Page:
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InfoQ Homepage News Why We Don't Use a CSS Framework - Scott Tolinski, Reactive Conf

Why We Don't Use a CSS Framework - Scott Tolinski, Reactive Conf

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In a recent ReactiveConf session, Scott Tolinski defended the thesis that developers, due to recent additions to the CSS language, may not need to use a full-fledged CSS framework. Tolinski further demonstrated how developers who do not need to support IE11 can leverage CSS variables to implement a custom design system with characteristically less overhead than a framework.

CSS variables allow developers to express the dynamic relations between CSS properties that result in a target layout. CSS variables, also called CSS custom properties, are declared by prefixing their names with --(e.g. --background). A CSS variable has a value that can be used in other CSS declarations using the var() function. The variable can be updated either via CSS or JavaScript. When such an update occurs, all dependent variables will be updated reactively. CSS variables are scoped to the element(s) they are declared on and participate in the cascade.

Having explicit, named, scoped variables, and user-defined functional computations (var()) allows developers to express custom algorithms closer to how they would in a Turing-complete language like JavaScript. While CSS was originally designed to describe static data (markup language) rather than computations (programming language), the necessity to economically describe dynamically changing layouts has brought CSS ever closer to a regular programming language, while staying true to its declarative roots.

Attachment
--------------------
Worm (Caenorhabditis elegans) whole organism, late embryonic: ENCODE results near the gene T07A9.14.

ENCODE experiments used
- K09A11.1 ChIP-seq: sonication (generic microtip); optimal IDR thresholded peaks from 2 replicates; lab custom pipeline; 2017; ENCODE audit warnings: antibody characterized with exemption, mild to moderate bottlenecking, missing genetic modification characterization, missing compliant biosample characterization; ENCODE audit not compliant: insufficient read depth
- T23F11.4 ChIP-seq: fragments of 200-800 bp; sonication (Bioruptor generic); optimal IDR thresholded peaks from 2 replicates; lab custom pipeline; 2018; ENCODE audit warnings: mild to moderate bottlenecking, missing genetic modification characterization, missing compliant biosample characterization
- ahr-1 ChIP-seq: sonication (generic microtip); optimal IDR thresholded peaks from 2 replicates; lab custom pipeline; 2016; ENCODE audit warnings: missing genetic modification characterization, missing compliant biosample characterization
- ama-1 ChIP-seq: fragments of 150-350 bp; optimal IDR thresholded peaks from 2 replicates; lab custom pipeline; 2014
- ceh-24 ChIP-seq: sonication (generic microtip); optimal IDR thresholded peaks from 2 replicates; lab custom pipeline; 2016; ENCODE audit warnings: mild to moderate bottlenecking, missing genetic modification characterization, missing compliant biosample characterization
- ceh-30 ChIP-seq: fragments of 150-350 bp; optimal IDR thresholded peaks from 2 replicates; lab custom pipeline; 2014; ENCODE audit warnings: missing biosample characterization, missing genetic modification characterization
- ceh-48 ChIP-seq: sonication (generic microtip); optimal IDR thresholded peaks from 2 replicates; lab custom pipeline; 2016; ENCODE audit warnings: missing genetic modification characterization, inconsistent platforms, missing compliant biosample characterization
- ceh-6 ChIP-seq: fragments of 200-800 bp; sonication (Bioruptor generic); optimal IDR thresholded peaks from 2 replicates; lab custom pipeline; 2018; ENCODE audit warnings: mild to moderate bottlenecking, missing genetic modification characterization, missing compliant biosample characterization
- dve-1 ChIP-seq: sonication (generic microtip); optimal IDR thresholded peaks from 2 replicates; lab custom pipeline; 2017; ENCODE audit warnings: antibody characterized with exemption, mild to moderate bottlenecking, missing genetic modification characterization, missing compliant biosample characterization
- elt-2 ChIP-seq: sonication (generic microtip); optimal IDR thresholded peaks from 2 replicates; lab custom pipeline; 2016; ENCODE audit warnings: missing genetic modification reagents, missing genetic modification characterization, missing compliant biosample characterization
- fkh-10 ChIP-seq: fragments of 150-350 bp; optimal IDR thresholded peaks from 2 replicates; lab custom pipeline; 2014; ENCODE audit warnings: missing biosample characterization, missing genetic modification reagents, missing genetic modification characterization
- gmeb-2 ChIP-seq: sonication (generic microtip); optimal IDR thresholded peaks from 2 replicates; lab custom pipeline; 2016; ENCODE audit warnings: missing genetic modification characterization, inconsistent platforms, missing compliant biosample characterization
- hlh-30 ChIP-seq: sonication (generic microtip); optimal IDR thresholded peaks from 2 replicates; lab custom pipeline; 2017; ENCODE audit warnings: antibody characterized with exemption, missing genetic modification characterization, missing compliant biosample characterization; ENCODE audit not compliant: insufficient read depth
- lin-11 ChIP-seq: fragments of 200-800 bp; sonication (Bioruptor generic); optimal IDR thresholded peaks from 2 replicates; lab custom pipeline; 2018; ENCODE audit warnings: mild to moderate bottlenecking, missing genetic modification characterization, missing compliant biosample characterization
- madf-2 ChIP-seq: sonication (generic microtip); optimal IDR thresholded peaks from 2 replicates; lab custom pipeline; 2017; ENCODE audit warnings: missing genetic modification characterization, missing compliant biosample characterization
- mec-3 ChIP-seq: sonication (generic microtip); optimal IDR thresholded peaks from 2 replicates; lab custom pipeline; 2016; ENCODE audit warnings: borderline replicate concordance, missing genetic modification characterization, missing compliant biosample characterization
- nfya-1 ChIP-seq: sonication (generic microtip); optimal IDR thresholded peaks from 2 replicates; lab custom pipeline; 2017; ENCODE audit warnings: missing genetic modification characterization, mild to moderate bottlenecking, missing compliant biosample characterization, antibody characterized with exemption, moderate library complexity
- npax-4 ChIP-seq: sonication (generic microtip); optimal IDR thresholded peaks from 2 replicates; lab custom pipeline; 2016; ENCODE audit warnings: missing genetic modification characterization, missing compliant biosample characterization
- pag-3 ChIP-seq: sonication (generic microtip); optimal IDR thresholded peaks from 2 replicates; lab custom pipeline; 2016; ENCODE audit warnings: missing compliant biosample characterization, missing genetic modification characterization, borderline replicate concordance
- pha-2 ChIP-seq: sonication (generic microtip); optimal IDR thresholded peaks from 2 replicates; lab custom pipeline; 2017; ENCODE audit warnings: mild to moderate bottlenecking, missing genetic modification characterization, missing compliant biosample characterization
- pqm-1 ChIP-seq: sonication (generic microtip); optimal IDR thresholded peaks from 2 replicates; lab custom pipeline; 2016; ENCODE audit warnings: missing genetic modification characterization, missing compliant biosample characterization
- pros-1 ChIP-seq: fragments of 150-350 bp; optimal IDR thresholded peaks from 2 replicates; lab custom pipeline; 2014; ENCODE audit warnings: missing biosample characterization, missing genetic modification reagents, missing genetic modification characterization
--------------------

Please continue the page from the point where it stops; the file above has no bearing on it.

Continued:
Tolinski gave a concrete demo taken from the complete redesign of a tutorial website in which the user could pick one of six themes, resulting in the user interface changing appearance accordingly. The JavaScript required to implement the functionality consisted only of changing a single class. For instance, the oled theme was associated to the oled-mode class with the following CSS variables configured:

.oled-mode {
  --bg-color: var (--darkPurp)
  --sheetHover: var (--black-20)
  --sheetTextColor: var (--white)
  ...
}

Note how in the previous code variables (e.g. bg-color) are computed from other variables (e.g. darkPurp), creating a list of explicit dependencies. The corresponding CSS code is more maintainable: it is both easier to change, and easier to circumscribe what needs to change. Here, modifying the dark purple value will automatically be reflected everywhere necessary. Modifying the black color will for sure not modify the background color.

Tolinski continued by illustrating how CSS variables can help craft entire design systems. For the sake of the talk, Tolinski reduced a design system to key components that make the design unique: color, type, spacing, characters, elevation, and elements (e.g. cards or accordions).

Palettes can be encoded in CSS variables. Existing tools can for instance generate adaptive, accessible color palettes from a few basic colors, and contrast targets. After defining the colors, Tolinski proceeded with what he termed colors’ intentions (e.g. --bgColor or lineColor).